Greet the Chinese new year with special holiday foods
This year's Chinese new year, called the Year of the Dog, comes on Monday, Jan. 25, the year of 4680 in the Chinese calendar. Years ago this holiday was celebrated for a full month from new moon to new moon. Today the festivities are usually shorter. But in the Chinese neighborhoods of most cities usually there are special events for a few days, often including a parade featuring the traditional and colorful dragon dance.Skip to next paragraph
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Word of the actual new year date, slightly different each year, is always quickly spread around among those non-Chinese who are devotees of Chinese cuisine.
They search out Chinese restaurants that will be serving special holiday banquets, eager for invitations to their favorite place.
And many Americans who like to cook Chinese foods plan to make some of the special holiday foods such as Golden Coins, a pork dish that symbolizes success, and Tea Eggs, which supposedly help the new year roll in easily.
A more practical approach, suggested by Nina Simonds, Chinese cooking teacher , might be to resolve to try some traditional Chinese dishes that will fit in with your own daily American menus.
Whether or not you have learned, as many Americans have, to cook vegetables lightly to retain crispness, in the Chinese stir-fry manner, you can easily make some of the more hearty winter dishes from this extensive cuisine.
Ms. Simonds, who lived and studied cooking in Taiwan for almost four years, has translated and edited several Chinese cookbooks and for seven years has taught Chinese cooking at various schools in the United States and Canada.
Last year she guided a group of Americans on a cooking-school trip of Taiwan where they studied at the Wei-Chuan Cooking School in Taipei with three Chinese master chefs who specialize in Eastern Regional, Szechuan-Hunan, and Cantonese cuisines.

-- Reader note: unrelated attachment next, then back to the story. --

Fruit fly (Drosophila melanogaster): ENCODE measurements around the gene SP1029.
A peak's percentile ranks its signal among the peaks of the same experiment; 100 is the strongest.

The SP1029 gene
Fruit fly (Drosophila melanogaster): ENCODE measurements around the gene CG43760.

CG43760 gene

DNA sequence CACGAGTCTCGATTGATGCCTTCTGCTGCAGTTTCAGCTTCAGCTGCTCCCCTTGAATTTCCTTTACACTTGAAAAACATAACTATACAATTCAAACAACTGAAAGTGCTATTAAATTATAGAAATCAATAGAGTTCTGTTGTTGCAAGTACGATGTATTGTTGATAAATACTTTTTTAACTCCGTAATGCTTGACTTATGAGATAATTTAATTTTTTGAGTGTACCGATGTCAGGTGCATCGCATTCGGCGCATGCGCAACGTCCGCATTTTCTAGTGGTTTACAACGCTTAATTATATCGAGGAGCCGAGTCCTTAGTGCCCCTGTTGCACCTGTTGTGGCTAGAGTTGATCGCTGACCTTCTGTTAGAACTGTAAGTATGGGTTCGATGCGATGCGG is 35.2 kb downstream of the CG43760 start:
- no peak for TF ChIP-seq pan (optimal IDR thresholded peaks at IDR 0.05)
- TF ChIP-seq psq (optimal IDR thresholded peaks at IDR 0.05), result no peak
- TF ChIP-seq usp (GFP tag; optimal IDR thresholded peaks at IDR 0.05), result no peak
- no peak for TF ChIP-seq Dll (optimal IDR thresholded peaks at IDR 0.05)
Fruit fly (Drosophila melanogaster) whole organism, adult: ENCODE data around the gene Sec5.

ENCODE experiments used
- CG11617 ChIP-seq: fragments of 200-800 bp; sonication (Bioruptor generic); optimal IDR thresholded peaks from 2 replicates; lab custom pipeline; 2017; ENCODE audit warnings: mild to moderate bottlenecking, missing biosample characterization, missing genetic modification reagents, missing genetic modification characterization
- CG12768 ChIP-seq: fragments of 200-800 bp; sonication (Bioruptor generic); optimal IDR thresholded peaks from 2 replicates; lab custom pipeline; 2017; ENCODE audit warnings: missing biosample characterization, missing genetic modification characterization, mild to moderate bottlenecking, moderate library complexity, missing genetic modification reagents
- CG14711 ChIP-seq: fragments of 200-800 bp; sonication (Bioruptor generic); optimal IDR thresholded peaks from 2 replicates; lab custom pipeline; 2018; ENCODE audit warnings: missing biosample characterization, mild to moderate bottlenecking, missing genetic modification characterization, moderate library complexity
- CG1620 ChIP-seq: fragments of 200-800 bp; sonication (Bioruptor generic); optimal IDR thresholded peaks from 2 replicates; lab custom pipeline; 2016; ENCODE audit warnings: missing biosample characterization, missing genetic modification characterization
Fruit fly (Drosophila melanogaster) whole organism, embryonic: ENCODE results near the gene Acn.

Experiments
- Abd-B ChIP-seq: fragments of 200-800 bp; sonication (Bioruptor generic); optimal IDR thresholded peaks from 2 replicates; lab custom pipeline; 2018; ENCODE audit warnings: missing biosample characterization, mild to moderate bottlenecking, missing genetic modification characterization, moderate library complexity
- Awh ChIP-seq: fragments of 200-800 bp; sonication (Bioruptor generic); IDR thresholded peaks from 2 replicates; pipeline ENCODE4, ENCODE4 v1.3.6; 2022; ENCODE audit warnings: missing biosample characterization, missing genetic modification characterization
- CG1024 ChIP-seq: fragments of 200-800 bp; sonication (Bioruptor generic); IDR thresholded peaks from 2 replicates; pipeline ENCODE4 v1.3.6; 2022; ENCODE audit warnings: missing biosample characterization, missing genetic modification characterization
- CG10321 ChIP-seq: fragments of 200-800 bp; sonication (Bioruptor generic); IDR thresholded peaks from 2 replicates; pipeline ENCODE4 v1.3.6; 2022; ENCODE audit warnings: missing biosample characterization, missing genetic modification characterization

Classes were taught in Mandarin with Ms. Simonds giving the English translation and commentary. A similiar tour is planned for this year.
Ms. Simonds explains that there is a whole series of braised dishes and stews that are especially good during the cold winter months. She has chosen the following for you to try and she has included short comments introducing each one.
''Beef and lamb are particularly appealing to the Chinese during the cold weather since they are believed to 'fire up' the body. Accordingly, they are served frequently throughout the winter months. The hearty braised beef dish below is especially popular in Peking where this version is said to have originated.'' Braised Soy Sauce Beef 2 pounds boneless stewing beef, such as chuck or shin 1/4 cup peanut, safflower, or corn oil Braising Mixture: 3 stalks scallion, smashed with the flat edge of a cleaver 3 slices gingerroot, smashed with the flat edge of a cleaver whole star anise 1 stick cinnamon 11/4 cups water 1/4 cup soy sauce 11/2 tablespoons sugar
Trim any fat or gristle from meat and cut beef into cubes approximately 1 -inch square. Assemble ingredients of braising mixture.
Heat 3-quart casserole or Dutch oven. Add oil and heat to 400 degrees F. Add half the meat cubes at a time and brown on all sides over high heat. Remove and drain.
Reheat oil for second half of cubes. Remove oil.
Add all cooked beef pieces with braising mixture to casserole and heat until boiling. Reduce heat to low, and simmer 11/2 hours, partially covered, stirring occasionally.